Computer learners urged to ‘make a difference’
February 26 2013 01:17 AM
Professor  Takeo Kanade speaking at CMUQ.
Professor Takeo Kanade speaking at CMUQ.

A computer and robotics professor at Carnegie Mellon in Pittsburgh, Takeo Kanade, has developed “Eye Vision” technology, which allows viewers to see a play as if time is frozen while a camera circles around the action.
Whether it is cricket ball, basketball or football, it can be hard for fans to see all the action in a fast-paced sports game, which was why Kanade, one of the world’s foremost researchers in computer vision, has invented the technology.
The effect was first used by CBS Television during the 2001 US SuperBowl and has the potential to completely change the way people watch sports and
entertainment events.
During the ‘A Nico Habermann Distinguished Lecture Series in Computer Science’ held recently at Carnegie Mellon University in Qatar (CMUQ), Kanade spoke about the technology to students, faculty and the community.
He inspired students to use their computer science skills to make a difference in the real world.
“With Qatar hosting the 2022 FIFA World Cup, students and professionals versed in computer vision will be well placed to understand the technical requirements of future broadcasting,” he added.
Kanade’s contributions to computer vision and robotics balance the theoretical insights with practical and real world applications.
During his presentation, the expert highlighted other research he has undertaken in the area of computer vision, including vision-based autonomous robots, biological live cell tracking, face-image analysis and water drop illumination.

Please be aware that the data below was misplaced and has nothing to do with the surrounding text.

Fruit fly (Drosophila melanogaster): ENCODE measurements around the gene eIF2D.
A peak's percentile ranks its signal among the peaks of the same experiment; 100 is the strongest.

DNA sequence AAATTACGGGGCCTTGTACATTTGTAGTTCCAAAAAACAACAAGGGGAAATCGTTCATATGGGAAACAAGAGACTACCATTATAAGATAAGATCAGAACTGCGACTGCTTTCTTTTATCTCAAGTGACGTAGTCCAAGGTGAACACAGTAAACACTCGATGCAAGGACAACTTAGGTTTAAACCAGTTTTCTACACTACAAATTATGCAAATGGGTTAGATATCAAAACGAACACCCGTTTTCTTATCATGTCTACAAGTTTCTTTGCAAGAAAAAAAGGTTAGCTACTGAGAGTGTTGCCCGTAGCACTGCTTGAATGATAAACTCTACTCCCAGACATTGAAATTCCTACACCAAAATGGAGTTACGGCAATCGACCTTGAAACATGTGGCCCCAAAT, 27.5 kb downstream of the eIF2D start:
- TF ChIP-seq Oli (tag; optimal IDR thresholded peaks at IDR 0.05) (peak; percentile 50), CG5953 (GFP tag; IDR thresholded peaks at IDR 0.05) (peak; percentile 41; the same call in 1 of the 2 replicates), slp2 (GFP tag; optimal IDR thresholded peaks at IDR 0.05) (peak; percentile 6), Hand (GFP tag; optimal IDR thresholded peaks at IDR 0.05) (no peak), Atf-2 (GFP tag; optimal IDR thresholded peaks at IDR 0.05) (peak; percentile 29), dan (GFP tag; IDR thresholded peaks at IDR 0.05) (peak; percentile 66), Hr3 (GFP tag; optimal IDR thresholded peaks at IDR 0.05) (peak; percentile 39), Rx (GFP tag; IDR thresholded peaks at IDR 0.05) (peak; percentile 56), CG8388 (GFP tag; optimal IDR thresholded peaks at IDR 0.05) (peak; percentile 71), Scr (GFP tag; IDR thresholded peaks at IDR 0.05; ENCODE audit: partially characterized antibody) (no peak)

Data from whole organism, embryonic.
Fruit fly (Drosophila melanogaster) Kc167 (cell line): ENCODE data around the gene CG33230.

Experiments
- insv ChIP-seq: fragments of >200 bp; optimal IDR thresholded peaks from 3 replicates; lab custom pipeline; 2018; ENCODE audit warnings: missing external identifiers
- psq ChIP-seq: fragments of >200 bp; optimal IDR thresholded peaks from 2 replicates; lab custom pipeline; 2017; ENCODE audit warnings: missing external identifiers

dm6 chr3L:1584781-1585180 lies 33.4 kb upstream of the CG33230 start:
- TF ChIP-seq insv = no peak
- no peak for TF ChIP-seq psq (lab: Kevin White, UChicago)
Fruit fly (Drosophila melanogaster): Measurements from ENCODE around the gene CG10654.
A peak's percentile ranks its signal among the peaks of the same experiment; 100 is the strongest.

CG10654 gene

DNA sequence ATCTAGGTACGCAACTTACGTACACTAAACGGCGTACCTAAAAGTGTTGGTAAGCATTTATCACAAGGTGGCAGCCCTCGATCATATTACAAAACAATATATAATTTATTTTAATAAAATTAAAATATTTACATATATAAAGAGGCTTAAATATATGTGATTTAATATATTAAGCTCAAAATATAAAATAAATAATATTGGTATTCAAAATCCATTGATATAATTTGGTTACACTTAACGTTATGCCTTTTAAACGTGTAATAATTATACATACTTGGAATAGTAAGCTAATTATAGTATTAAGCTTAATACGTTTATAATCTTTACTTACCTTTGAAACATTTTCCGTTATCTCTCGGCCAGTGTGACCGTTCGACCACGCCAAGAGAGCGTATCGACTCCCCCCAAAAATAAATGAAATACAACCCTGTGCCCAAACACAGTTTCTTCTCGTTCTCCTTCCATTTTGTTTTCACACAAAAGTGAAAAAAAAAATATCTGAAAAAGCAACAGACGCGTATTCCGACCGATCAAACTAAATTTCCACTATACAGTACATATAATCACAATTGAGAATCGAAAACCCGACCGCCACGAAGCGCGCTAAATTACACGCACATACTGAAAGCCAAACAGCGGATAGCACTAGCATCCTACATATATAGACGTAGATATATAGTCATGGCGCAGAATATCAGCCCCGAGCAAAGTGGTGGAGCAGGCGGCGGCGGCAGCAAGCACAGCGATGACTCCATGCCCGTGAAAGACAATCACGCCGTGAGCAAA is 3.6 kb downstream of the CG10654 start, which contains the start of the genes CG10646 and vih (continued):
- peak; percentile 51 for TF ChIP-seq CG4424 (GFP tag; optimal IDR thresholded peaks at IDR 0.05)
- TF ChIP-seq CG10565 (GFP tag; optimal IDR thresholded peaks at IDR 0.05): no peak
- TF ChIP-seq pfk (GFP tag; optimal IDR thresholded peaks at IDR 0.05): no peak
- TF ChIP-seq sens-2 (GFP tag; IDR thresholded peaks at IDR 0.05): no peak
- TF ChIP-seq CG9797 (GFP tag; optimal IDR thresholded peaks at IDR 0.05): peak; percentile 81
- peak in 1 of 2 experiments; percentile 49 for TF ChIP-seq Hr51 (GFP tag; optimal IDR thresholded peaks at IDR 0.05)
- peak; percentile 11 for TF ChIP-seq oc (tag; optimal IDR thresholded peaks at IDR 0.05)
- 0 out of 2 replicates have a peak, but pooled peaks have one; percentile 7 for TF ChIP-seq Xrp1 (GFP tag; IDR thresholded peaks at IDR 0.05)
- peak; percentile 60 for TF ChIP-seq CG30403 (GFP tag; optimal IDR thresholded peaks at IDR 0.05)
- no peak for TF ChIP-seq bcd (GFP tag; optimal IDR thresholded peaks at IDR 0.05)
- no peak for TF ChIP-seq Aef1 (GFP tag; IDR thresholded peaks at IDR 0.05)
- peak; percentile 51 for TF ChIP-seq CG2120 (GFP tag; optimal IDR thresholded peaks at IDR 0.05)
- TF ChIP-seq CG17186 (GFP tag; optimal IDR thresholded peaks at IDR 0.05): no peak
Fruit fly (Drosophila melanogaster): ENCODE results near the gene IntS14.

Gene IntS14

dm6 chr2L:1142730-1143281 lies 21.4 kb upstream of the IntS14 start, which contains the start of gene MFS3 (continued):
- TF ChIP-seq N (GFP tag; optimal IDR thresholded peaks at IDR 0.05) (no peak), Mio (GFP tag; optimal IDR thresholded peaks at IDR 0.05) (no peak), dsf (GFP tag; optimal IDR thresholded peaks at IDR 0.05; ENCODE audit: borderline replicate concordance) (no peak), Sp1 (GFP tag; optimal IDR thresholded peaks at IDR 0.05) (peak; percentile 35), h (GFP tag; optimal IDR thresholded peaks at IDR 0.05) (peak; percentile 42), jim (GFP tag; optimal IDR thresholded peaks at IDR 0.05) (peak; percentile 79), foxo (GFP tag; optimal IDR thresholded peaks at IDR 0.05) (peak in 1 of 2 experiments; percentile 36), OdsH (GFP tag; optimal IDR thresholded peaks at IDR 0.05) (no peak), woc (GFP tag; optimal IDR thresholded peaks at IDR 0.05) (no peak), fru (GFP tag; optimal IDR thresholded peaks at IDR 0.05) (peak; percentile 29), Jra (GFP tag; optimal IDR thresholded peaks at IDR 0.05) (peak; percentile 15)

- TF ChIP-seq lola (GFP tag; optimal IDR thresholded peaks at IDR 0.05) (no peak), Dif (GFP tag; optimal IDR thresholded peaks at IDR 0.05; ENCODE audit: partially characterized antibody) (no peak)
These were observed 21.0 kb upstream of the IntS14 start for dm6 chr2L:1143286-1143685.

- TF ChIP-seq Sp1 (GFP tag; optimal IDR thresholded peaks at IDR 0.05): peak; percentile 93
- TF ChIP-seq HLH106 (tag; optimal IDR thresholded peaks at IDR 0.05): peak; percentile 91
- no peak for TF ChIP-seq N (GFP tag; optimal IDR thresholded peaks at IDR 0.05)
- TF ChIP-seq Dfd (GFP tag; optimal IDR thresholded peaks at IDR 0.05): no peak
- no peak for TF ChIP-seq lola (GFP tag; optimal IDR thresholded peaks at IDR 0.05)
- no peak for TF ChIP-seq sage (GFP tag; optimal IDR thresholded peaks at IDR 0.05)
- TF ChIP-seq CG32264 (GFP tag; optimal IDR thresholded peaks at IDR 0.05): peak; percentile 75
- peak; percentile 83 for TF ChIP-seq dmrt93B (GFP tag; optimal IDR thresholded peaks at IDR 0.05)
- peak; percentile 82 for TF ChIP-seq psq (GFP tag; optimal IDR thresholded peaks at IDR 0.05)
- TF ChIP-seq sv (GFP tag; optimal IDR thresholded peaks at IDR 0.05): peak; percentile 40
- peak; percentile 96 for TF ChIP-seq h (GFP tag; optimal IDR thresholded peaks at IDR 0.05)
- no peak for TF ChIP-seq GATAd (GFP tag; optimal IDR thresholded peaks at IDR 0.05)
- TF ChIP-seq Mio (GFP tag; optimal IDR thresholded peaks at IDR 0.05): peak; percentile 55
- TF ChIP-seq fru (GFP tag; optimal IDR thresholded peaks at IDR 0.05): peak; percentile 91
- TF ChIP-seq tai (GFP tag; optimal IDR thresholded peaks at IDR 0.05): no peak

Kanade, who recently finished teaching a six-week seminar on computer vision at CMUQ, said: “Students learn the mathematics of computer science; however, they need to understand the importance of applying this to improve human behaviour and their physical surroundings.”
“Computer vision and robotics connect computer science with the physical world that we live in,” he added.
By transforming itself into a knowledge-based economy, Qatar provides an interesting opportunity for Kanade’s work.
“Creating a core of expertise is integral to fuel the industry and Computer Science students here in Qatar are central to further developing society through technology. I am really impressed by the vision of the students here, I hope they go away from this course excited about the things they can do through combining math, science and technology – they can create innovations to help us in our day-to-day lives,”
Kanade said
Kanade is the UA and Helen Whitaker University professor of Computer Science and Robotics at
Carnegie Mellon.
He received his doctorate in electrical engineering from Kyoto University, Japan in 1974 and joined Carnegie Mellon University in 1980.
He also founded the Digital Human Research Center in Tokyo and served as the founding director from 2001 to 2010.

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